Bellis said he remembers seeing an ankle break. The player’s shrieks of pain were so intense that refs asked DJs, a staple at games, to turn up the music, sparing the crowd from the macabre. Not surprisingly, another staple always on hand is medical personnel.

“It’s a weird thing; a weird obsession,” said Zoe Braselton who is assistant coach of the Derby Dames. “We have a girl right now that tore her ACL and is fighting with her doctor to get cleared to skate.”

Braselton said that it’s not uncommon for new players to quickly latch on to the game, which has a rich and vibrant culture. 

Registered nurse Jen Sewell, aka Demolition Daisy, got into the sport with her longtime friend Jenna Sickinger, or Jennacide. She said that she’s played on “many, many” sports teams ranging from softball, soccer and basketball, and has never been in a more accepting and fun atmosphere with such “amazing” people. 

“I love team sports and this sport is extremely welcoming to everyone,” she said. “We love all skaters regardless of age, shape, size, color, religion, sexual orientation, some women have kids, some have chosen not to have kids, some are covered in tattoos and piercings, some have no tattoos.”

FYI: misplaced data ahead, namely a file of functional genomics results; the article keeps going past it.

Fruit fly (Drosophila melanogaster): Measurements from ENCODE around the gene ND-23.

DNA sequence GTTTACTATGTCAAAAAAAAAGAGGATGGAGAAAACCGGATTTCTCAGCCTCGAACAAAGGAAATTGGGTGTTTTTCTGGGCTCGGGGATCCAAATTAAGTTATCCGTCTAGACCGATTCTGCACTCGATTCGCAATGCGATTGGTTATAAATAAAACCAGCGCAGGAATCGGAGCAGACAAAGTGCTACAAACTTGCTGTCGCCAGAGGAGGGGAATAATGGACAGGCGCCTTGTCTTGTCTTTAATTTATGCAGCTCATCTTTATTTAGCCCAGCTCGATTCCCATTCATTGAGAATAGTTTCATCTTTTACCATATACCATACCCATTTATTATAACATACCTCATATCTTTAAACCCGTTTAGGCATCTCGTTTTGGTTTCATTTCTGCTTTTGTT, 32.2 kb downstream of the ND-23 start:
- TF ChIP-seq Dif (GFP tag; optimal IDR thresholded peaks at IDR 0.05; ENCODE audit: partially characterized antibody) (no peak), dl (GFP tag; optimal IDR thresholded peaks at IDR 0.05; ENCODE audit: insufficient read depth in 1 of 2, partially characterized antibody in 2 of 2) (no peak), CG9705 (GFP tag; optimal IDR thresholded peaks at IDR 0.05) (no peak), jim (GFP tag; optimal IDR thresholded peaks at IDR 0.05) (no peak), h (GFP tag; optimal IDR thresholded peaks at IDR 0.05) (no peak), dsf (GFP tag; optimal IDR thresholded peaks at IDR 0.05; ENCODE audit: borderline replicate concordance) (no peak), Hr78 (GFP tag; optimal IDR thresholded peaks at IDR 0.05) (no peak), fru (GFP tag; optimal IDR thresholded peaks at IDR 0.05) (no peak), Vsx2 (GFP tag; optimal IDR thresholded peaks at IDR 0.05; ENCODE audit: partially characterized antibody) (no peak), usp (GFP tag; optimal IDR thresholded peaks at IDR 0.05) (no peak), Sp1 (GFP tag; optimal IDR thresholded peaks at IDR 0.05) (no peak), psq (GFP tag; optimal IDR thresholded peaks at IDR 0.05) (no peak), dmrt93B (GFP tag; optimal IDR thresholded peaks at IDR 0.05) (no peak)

She said the support skaters extend to each other, even from rival teams, goes beyond the realm of roller derby and stretches across “every aspect of life.”

“The derby community as a whole is just fantastic,” said Sewell. “I was almost 30 when I started skating, eight months ago, and I wish I would have started at 18.”

She added that some women start playing in their 30’s and 40’s.

“Most people don’t assume that a social worker who provides mental health counseling to teenagers would be a ‘derby girl’ by night, so that’s always a fun surprise,” said Sickinger. “I really love how empowering this sport is. I am a social worker by day so acceptance, empowerment and being strength-based are things I value and I feel like roller derby fits completely with those values.”

Sickinger acknowledged that many people she talks to still think about “scripted” derby, so they have a lot of questions about the rules.